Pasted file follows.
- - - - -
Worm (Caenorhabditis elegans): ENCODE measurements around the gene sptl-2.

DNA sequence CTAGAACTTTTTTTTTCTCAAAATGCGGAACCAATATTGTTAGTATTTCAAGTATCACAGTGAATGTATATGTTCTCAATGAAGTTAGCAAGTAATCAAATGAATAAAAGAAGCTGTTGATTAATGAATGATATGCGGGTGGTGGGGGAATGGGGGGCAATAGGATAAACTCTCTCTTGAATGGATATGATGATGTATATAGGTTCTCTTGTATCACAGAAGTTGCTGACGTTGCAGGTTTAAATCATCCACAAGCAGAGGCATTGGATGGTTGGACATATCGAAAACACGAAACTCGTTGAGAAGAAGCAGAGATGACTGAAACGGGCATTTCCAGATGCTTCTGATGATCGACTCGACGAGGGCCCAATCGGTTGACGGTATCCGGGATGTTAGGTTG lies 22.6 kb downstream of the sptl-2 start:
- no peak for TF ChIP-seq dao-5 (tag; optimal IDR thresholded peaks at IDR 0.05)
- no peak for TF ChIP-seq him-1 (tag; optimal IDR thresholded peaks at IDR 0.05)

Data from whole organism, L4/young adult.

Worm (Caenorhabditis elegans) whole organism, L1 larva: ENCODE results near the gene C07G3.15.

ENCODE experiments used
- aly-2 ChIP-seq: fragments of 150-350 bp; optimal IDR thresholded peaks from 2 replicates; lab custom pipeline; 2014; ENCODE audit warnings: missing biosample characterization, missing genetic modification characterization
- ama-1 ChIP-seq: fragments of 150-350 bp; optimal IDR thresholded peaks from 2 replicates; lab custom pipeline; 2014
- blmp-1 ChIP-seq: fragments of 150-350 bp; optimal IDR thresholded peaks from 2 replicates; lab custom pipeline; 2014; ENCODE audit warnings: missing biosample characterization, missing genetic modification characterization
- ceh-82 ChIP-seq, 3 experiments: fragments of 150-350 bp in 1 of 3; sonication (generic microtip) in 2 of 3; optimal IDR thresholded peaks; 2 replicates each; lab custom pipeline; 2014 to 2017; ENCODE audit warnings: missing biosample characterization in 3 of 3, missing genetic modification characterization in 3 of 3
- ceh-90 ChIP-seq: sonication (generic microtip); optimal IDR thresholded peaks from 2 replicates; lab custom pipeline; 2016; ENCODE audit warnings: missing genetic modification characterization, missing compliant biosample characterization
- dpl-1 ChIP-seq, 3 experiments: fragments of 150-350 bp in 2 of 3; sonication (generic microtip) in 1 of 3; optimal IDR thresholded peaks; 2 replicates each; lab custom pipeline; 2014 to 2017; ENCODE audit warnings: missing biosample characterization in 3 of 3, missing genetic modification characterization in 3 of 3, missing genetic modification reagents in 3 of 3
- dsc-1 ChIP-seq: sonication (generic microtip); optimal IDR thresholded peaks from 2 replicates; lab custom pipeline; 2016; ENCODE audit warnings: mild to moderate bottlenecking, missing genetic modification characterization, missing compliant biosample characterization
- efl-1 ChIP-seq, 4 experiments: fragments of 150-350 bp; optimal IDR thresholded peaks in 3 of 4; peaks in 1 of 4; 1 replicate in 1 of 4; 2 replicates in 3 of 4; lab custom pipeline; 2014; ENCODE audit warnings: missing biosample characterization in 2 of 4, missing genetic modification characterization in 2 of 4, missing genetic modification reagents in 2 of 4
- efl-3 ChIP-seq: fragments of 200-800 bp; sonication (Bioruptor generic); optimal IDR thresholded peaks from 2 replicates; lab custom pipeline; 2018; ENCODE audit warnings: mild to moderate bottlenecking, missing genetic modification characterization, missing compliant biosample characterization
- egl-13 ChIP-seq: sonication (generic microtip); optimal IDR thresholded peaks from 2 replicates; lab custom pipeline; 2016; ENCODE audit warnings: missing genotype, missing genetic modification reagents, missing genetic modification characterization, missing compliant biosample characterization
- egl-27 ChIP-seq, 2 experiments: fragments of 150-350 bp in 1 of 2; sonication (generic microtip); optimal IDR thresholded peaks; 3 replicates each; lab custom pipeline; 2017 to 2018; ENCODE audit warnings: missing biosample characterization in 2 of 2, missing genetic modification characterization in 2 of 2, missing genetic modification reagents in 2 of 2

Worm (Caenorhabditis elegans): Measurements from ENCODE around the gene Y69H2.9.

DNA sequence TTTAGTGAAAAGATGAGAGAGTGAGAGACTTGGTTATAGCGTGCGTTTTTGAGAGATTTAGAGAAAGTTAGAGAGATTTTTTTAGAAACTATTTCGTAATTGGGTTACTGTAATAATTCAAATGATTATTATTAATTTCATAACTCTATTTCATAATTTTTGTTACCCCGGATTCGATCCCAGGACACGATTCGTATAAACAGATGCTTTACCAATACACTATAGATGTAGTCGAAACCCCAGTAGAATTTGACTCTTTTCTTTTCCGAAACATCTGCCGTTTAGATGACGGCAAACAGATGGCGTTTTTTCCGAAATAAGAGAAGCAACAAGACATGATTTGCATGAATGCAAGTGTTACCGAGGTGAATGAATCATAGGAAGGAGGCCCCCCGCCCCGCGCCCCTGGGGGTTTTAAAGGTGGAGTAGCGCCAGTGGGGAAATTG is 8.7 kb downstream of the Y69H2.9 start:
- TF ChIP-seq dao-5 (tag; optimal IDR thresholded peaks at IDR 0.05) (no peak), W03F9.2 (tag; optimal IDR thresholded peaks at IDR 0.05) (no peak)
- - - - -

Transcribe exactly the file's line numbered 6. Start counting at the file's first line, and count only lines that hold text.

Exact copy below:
Worm (Caenorhabditis elegans) whole organism, L1 larva: ENCODE results near the gene C07G3.15.